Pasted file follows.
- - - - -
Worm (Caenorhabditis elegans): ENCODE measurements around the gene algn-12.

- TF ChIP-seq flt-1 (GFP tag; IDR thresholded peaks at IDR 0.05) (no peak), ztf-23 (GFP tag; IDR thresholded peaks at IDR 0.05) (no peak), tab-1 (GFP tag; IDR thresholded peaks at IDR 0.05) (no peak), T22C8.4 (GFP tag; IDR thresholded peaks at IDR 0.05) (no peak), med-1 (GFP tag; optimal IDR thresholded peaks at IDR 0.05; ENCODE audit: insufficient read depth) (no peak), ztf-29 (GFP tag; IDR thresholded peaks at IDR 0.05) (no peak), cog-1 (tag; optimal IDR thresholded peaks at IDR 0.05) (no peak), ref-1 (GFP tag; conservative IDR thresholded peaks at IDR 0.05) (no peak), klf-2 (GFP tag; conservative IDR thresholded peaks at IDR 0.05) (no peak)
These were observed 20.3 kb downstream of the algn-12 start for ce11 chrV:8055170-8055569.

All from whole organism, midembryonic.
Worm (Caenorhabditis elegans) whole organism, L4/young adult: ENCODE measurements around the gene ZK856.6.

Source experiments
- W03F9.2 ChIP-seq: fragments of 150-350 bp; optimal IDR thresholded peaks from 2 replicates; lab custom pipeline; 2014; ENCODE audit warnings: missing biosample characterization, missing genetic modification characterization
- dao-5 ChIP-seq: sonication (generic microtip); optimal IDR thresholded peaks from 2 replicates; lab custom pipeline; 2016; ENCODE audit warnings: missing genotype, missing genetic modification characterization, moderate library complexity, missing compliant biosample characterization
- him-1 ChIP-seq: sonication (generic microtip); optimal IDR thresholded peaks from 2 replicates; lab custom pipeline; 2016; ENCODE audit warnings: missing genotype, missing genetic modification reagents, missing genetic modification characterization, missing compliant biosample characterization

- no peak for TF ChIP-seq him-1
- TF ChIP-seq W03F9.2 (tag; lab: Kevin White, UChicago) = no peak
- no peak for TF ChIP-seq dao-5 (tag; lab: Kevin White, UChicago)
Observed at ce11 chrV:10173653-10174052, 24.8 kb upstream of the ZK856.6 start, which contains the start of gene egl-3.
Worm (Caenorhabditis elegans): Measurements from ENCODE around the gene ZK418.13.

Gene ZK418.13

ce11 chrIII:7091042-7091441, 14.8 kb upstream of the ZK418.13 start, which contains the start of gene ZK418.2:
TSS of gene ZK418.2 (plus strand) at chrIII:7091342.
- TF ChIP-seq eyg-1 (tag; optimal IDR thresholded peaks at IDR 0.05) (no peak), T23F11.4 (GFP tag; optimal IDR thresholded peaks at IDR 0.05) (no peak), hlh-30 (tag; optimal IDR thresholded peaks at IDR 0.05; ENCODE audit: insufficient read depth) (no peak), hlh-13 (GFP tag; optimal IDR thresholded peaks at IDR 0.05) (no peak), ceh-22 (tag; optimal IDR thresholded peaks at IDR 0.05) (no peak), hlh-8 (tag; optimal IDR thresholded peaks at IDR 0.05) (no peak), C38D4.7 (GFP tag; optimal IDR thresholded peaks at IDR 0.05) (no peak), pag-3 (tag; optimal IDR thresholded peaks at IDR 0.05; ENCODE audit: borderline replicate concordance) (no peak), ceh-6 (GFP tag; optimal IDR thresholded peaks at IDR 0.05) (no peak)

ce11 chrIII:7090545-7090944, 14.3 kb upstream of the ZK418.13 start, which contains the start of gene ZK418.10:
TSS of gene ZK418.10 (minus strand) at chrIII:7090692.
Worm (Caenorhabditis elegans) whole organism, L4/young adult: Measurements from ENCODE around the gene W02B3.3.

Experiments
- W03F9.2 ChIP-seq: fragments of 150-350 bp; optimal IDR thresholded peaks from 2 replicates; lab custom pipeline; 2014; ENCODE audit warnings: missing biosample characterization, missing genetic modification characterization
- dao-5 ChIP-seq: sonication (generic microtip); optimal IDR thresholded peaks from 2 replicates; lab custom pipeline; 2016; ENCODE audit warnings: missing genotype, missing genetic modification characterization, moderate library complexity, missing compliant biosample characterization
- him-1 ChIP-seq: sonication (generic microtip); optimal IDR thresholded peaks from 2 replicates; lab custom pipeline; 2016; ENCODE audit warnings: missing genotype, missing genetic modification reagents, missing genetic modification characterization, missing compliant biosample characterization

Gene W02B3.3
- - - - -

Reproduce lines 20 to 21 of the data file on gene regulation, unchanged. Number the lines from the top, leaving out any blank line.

TSS of gene ZK418.10 (minus strand) at chrIII:7090692.
Worm (Caenorhabditis elegans) whole organism, L4/young adult: Measurements from ENCODE around the gene W02B3.3.